Thanks to movies, TV shows, and books, you can almost accurately describe what the Vikings wore to battle, and you would reanimate some of your favorite episodes and chapters easily, but is there a specific name used for the clothes worn by the Vikings in battle?
Traditional Viking Warrior Clothing
While there is very little archaeological evidence available regarding the clothes worn by the Vikings, especially because the fabrics and materials don’t really preserve well, Norse sagas, as well as archaeological evidence, allow you to piece together Viking clothing accurately.
Regarding the kind of clothing worn during the Viking era, it’s evident that layers were quite a big deal. And whether men were out hunting, shipbuilding, or raiding, the layers allowed them to and keep warm, even when doing physical work.
The base garments were, however, lighter and also short-sleeved in warm weather, and in cold and dark months of winter, they wore longer and thick sleeves. On the top of the base layers, the men wore tunics, and the outer garments were long and thick, draping down to the knees. For some individuals, the tunics might have been patterned, and they may have had a significant symbol that was woven into the garments, especially in the more significant members of society.
Regarding men’s trousers, they were relatively simple, with no pockets. Some were tight, and others were loose-fitting. They were made of linen and wool, all locally produced. And surprisingly, the underwear for men was mostly made of linen and wool. The reason for this was because the linen is very comfortable on the skin than wool. Individuals in the lower social circles would, however, wear underwear made of wool because it was cheaper.
In the 1980s, however, men would wear leggings and wool wrappings that reached down to their feet and ankles.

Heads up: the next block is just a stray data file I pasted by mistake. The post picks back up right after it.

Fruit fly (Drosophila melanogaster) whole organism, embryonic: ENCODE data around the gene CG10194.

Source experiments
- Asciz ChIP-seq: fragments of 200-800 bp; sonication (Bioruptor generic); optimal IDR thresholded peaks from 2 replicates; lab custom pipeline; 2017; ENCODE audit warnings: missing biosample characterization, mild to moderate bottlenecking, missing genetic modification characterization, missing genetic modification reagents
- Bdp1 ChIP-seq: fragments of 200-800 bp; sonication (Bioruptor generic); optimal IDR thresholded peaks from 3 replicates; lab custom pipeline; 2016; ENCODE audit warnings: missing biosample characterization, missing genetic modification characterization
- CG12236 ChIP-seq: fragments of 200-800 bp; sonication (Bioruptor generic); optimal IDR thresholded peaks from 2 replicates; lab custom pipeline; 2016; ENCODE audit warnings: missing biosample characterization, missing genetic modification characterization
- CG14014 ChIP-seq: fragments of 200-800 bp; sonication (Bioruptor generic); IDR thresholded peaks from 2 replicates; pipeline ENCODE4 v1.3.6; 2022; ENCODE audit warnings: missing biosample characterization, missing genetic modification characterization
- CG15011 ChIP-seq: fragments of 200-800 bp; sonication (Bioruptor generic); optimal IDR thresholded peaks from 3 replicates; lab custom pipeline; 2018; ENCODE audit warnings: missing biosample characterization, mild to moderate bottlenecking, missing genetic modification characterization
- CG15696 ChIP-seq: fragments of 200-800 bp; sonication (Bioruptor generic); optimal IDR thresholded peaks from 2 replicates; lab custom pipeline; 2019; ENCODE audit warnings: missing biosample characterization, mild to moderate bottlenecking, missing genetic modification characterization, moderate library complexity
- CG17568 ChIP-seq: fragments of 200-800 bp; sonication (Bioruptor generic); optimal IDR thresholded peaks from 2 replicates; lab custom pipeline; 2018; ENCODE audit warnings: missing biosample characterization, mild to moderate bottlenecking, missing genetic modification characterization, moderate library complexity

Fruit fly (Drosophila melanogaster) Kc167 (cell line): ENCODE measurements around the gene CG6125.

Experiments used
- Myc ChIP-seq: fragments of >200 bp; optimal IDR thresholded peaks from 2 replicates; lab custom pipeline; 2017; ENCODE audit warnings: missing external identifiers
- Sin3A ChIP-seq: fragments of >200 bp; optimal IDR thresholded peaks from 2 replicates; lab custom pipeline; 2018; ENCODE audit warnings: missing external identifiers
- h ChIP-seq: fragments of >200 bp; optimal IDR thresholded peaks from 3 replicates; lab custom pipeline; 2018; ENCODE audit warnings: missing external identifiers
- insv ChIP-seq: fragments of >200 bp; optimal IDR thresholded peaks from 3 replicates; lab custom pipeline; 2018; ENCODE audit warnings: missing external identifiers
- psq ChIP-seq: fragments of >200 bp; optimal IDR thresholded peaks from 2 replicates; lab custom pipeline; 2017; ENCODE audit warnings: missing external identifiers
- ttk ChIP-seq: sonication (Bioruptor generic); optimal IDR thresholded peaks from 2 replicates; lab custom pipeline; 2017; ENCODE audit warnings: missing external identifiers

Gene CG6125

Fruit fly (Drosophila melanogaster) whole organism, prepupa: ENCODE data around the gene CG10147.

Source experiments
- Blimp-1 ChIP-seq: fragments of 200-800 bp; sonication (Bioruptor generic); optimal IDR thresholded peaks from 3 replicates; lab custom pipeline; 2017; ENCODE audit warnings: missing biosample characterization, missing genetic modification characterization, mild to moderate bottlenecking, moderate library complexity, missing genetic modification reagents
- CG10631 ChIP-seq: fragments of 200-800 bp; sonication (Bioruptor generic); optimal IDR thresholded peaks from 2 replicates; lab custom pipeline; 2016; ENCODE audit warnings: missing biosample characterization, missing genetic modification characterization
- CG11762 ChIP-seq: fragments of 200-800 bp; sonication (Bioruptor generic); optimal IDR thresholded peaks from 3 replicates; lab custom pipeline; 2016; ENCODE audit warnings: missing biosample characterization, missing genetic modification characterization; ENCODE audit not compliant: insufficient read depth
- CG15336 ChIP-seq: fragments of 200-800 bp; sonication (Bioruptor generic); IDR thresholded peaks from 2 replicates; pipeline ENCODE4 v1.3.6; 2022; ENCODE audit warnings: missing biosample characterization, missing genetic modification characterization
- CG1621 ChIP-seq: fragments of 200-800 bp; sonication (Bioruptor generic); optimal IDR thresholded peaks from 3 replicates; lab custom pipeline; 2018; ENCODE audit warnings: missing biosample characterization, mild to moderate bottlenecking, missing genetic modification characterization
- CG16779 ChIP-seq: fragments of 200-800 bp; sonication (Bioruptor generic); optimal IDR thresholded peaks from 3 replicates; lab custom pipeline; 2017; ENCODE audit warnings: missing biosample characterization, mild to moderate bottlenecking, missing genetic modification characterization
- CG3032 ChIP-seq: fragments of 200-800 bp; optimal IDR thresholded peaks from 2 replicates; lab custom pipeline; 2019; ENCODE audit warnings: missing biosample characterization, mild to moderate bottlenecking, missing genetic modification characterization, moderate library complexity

In battle, men wore thick cloaks thicker than tunics – these were made of animal skin during the long voyages, allowing them to keep warm during or ahead of the battle. They also wore strong leather belts around their waists to hold their weapons in place. The belt would also hold axes, swords, and other smaller items used in pillages and battles.
They also wore thick leather body armor to offer more protection from axes and sword strikes. To protect the head, they wore metal helmets. What they wore wasn’t overly heavy, though, because they were needed to enhance maneuverability during battle.
Did Vikings wear helmets in battle?
Viking costumes all over the world would show that the helmets worn in battle were horned, but the truth is that the pugnacious Scandinavians wore helmets. Archaeological evidence from 1943 in Norway shows that the Vikings may have worn iron helmets with a guard designed around the nose and the eyes, but with no horns.
Interestingly, the popular images around the strapped Viking’s horned helmets date to the 1800s when Sweden’s Gustav Malmström’s artist depicted Viking headgear with horns. This was followed by Carl Emil Doepler, a costume designer, back in the 1870s, hence the birth of the horned Viking horned helmet stereotype.